Quite a long haul trade for tankers. Non-OPEC production growth of around a million barrels per day is mostly coming from the Americas in 2024, a supported tanker trends. In the chart at the bottom of the page we highlight oil supply and oil demand projected trends for the next few years. Europe and Asia structurally short and therefore focused on imports from the Americas, the Middle East and Russia. With sanctions on Russian oil, further ton mile support underlies demand and is very supportive for the tanker market going forward. Much of this hinges upon the global macro environment with recent data suggesting and leaning towards a softer landing. It is constructive that commercial inventories are low any trade disruptions within the market increases the call for seaborne transportation.

So I fix, the supply side continues to be a compelling part of the strong tanker market story. On the lower left hand chart, we break down the order book. By each vessel class relative to the top reading speed and more specifically potential candidates in the next few years that would be at the very least removed from broad commercial trading at around 20 years of age. Since the order book is largely fixed through 2026, we are showing vessels that will be 20 years old. By this inflection point, they are 18 years old today. In lining the dark bars on the graph, you can see that the vessels on order do not even meet the need to replace the existing fleet on the water. On the lower right hand chart, we show expected deliveries in the near term.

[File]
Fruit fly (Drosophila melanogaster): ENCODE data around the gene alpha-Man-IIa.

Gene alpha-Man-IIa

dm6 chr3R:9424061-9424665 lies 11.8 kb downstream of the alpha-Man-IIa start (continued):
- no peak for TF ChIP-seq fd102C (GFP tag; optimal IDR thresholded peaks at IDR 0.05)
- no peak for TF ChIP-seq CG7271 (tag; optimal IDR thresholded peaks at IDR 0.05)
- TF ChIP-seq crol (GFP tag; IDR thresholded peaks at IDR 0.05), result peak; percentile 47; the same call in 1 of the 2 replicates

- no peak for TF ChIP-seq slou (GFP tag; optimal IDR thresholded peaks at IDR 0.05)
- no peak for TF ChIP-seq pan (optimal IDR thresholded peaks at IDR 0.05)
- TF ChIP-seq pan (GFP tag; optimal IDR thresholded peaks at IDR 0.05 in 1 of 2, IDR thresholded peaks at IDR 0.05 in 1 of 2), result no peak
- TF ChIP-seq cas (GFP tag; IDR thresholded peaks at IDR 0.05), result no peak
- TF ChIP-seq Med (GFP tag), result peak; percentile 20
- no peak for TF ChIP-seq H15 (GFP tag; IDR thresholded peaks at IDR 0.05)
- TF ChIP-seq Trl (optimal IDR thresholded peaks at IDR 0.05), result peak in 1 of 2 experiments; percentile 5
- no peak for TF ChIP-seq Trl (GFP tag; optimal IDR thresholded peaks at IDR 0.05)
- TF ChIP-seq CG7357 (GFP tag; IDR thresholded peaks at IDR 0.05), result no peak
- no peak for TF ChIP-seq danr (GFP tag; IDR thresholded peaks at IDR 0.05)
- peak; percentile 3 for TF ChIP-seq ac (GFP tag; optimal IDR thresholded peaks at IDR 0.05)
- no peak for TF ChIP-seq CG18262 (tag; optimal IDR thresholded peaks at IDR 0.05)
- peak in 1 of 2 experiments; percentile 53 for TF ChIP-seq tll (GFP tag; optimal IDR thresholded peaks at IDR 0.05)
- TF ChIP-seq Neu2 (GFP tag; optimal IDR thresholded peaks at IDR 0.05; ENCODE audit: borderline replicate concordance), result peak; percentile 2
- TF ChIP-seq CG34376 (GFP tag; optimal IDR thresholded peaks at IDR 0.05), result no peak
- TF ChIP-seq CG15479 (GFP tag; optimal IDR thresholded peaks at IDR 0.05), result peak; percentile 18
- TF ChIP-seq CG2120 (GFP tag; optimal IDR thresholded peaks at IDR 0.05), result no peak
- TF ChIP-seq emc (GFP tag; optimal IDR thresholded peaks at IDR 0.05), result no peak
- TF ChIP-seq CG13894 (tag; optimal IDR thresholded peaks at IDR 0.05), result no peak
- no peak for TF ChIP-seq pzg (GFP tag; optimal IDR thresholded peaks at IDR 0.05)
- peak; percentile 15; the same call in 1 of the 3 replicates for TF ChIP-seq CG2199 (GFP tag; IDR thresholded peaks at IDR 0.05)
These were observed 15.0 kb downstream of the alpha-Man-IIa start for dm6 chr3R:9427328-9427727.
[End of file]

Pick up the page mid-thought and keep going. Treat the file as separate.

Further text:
Sprawling oceangoing cargo vessels sailing on a glistening sea.
Sprawling oceangoing cargo vessels sailing on a glistening sea.

In most categories, they are largely lower than they have been over the last 30 years. The number of ships reaching over 20 years of age as the percentage of the total fleet continues to rise exponentially. Essentially, when the cycle turns the fleet size will rationalize laying the foundation for the future health of the tanker industry. We do not expect a meteoric rise in new orders either, as tanker owners face pending environmental regulations. Shipyards are full of other shipping sectors, and prices remain very robust. We expect a great run for tankers over the next few years. As mentioned, regional imbalances of oil should continue to increase the need for tankers, as growth in oil production is coming from the west. And the oil demand is driven by non-OECD in the East.